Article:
Monday, November 8, 2010

Are You Making Your Mark or Making a Stain?

Are you making your mark or making a stain? I thought of this question as I walked our dogs, Captain and Icarus, through the woods behind our house today. Captain and Icarus aren’t big dogs – they are pugs after all – but when they get into those outdoor settings they are determined to let the whole world know that they have been there. They try to mark as many trees and bushes and plants as they can. I am astonished at the number of locations where those pugs can leave their scent. Sometimes they both choose to mark the same spot, but other times they decide on separate locations. It doesn’t matter to me one way or the other as long as what they do happens outside our house. When it happens inside, it is a mess that needs to be cleaned up. It is no longer making a mark but making a stain. And just so Captain is not offended, I need to clarify that Icarus is the one who occasionally makes the inside mistake.
Our wise neighbor Susan was walking by our house with her dog Fletcher awhile ago, and we got into a conversation comparing people with dogs. She was the one who put the idea into my head that some people make their mark in life while other people just end up making a stain. It might sound like a crass analogy, but isn’t it true that some folks (often men) just seem to spend their time trying to leave their scent on everything? In fact, now and again two men are like Captain and Icarus each trying to make their mark on the same spot. There is even a saying for that which I won’t share here.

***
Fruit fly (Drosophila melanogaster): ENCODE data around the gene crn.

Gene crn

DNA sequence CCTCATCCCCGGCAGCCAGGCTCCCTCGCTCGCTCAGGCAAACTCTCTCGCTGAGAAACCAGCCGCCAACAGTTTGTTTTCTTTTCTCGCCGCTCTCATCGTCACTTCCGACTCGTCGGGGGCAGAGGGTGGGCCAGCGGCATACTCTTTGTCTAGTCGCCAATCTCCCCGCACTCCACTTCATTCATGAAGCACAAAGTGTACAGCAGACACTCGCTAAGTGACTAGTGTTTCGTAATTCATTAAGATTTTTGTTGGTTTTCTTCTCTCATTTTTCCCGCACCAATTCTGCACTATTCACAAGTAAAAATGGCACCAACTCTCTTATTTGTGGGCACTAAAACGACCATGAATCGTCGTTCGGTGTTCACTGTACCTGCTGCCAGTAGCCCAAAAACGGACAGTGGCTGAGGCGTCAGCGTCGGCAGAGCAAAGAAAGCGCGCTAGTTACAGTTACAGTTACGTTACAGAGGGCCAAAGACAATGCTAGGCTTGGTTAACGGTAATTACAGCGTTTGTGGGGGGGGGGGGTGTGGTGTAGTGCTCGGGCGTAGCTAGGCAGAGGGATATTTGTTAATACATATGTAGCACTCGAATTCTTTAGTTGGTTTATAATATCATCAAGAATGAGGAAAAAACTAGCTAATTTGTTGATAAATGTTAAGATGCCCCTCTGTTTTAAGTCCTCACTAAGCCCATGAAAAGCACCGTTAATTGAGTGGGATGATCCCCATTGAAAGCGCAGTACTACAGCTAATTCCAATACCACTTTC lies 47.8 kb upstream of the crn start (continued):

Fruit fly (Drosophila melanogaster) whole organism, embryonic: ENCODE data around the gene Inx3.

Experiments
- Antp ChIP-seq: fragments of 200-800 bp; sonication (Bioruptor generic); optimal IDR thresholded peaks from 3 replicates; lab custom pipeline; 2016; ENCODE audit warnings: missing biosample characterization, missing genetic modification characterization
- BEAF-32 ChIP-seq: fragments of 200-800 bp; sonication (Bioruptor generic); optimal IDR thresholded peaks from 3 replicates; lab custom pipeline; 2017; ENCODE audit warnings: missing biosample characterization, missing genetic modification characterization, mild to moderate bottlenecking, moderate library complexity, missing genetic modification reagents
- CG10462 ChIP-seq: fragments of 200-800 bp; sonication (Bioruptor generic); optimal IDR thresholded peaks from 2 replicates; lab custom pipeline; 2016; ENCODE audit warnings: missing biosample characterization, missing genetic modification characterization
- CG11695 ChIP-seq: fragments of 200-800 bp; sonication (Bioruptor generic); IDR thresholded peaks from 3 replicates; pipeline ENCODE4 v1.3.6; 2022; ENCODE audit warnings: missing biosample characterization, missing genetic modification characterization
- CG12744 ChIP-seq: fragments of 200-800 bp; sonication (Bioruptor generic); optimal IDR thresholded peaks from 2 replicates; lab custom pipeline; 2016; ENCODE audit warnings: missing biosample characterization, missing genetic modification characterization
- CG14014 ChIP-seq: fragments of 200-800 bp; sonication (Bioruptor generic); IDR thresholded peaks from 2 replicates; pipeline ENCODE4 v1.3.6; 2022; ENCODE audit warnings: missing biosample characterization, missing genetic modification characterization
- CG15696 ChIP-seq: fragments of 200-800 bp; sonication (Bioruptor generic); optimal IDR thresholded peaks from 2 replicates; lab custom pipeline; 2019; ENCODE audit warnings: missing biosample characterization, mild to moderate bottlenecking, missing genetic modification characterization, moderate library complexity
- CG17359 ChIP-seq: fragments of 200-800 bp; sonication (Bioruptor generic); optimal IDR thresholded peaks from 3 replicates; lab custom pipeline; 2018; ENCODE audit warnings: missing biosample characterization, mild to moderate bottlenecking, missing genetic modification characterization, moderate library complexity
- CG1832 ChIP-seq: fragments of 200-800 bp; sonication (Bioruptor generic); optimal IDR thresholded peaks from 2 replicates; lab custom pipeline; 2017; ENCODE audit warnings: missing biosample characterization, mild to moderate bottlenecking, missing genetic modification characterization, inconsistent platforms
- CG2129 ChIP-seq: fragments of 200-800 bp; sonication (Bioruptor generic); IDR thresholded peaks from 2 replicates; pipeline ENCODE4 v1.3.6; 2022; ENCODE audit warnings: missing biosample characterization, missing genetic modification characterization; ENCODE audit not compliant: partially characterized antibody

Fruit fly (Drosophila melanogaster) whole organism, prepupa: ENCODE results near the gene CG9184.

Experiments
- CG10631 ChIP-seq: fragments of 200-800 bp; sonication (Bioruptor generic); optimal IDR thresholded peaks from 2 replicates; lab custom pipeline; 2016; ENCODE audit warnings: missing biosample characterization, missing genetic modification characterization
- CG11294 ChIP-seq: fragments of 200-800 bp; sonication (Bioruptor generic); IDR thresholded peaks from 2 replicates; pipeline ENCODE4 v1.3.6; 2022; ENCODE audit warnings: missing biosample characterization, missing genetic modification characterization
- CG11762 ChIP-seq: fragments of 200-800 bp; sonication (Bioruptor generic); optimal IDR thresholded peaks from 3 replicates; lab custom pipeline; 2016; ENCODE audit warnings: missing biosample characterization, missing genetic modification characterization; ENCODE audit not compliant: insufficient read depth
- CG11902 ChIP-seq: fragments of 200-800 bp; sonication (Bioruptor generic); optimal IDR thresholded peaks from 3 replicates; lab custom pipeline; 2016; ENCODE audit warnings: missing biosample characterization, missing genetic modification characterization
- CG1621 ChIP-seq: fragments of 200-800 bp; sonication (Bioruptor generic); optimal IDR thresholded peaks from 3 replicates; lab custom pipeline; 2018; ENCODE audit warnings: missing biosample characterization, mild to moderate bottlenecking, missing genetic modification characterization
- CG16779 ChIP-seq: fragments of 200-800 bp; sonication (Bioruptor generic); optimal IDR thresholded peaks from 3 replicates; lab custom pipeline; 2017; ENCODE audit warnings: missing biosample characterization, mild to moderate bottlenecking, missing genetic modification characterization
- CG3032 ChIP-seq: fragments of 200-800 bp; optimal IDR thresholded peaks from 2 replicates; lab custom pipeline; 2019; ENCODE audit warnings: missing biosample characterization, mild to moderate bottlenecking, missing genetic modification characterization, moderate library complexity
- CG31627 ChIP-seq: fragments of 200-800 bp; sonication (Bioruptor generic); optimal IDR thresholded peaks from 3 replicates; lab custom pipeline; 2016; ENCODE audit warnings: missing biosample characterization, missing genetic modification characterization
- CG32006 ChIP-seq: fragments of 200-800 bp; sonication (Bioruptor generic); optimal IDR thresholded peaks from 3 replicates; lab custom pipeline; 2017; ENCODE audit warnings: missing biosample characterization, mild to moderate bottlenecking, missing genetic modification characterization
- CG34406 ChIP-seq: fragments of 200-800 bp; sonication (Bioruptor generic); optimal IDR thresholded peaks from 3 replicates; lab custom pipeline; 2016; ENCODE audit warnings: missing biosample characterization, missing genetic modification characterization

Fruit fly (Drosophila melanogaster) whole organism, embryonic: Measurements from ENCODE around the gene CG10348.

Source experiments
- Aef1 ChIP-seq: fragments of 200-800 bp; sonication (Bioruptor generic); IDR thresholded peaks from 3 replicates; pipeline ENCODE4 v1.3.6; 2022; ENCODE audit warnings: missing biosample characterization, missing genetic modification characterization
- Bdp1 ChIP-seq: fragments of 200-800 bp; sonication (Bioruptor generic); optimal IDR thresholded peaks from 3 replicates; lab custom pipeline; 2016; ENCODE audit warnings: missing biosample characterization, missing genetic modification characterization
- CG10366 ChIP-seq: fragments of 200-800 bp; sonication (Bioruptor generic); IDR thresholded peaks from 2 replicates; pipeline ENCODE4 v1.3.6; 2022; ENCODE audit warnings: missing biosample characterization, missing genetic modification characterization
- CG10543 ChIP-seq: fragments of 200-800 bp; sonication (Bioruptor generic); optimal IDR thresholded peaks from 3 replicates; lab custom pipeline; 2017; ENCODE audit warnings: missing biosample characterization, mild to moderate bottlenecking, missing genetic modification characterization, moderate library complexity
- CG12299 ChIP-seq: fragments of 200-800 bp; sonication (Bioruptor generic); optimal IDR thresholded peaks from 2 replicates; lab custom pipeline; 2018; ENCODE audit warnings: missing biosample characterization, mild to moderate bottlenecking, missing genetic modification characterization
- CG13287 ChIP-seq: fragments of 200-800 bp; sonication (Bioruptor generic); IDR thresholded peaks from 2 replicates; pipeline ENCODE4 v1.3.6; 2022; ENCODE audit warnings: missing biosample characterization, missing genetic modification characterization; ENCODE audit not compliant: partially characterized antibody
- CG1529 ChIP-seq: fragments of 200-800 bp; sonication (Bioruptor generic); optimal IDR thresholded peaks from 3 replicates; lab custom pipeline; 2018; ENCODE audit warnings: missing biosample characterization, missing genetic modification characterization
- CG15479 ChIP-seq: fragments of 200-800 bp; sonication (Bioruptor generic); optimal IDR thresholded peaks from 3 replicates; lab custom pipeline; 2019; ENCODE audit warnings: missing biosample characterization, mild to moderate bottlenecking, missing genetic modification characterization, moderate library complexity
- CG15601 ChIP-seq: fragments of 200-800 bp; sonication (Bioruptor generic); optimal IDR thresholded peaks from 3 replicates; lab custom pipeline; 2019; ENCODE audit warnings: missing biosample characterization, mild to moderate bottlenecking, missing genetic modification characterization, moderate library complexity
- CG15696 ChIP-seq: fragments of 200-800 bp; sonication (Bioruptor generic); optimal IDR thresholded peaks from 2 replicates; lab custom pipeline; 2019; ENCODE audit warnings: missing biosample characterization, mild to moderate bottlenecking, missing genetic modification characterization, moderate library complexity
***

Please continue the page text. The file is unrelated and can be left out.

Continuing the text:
How do you know if you are making your mark or just making a stain? I think that if you are making your mark you are not just leaving your smell on something, but that you are putting down a marker – much like the Inukshuk stone statues that the Inuits used to leave. This signpost you leave is not a statue to your accomplishment but is a pointer for others that helps provide guidance for them as they walk the way behind you. Your example gives them hope and encouragement in their own life’s journey. When you make a mark, it is a gift to the whole community. Making a stain, on the other hand, is a selfish act that provides nothing of value to anyone else. It is your way to say, “I was here,” but it does not offer hope or encouragement that benefits others. And when you make a stain, people either have to clean it up or try to avoid stepping in it because no one wants your smell on them.
Most of us have goals, dreams, and hopes for our lives. Most of us hope to be remembered after we are gone. But will we be remembered for making a mark or making a stain? You can learn a lot from walking two pugs on a November afternoon. There is wisdom everywhere, isn’t there?

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